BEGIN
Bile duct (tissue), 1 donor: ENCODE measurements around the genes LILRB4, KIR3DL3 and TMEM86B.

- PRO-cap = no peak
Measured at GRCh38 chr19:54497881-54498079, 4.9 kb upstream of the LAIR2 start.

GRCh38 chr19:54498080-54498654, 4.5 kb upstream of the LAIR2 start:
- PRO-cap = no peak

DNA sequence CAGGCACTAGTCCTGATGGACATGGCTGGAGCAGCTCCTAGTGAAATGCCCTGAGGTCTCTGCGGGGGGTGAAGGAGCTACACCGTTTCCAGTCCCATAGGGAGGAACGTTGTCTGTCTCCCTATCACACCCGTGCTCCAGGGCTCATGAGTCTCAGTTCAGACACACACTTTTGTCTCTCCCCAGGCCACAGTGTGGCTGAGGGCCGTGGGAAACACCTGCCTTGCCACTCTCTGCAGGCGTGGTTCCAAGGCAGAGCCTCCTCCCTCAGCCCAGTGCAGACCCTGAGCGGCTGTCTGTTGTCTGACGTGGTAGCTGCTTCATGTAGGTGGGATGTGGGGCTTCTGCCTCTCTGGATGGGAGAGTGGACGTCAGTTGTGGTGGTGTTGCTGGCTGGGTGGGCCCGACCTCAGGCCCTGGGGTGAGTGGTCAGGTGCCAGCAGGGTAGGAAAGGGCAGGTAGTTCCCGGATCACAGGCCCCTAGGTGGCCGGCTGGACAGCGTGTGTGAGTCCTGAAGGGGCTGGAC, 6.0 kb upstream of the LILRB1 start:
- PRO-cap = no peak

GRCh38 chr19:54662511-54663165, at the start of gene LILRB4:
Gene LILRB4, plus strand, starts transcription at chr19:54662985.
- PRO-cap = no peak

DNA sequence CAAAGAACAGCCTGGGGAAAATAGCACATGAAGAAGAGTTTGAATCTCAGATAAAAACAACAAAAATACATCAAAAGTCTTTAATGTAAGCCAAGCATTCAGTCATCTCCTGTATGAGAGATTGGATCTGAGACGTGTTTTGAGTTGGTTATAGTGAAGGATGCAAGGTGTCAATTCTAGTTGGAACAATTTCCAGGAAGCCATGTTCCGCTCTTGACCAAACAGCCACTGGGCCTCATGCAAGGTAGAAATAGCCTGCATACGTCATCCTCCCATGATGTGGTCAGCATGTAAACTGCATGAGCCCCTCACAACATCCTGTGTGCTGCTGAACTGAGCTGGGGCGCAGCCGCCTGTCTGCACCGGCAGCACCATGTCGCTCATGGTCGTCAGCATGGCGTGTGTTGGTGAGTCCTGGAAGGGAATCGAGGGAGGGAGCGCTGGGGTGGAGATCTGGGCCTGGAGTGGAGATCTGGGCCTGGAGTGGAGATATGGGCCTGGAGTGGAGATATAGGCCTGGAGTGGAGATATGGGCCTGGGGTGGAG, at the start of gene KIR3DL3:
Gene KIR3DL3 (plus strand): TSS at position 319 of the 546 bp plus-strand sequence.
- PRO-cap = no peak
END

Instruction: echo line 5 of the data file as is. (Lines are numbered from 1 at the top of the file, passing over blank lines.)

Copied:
- PRO-cap = no peak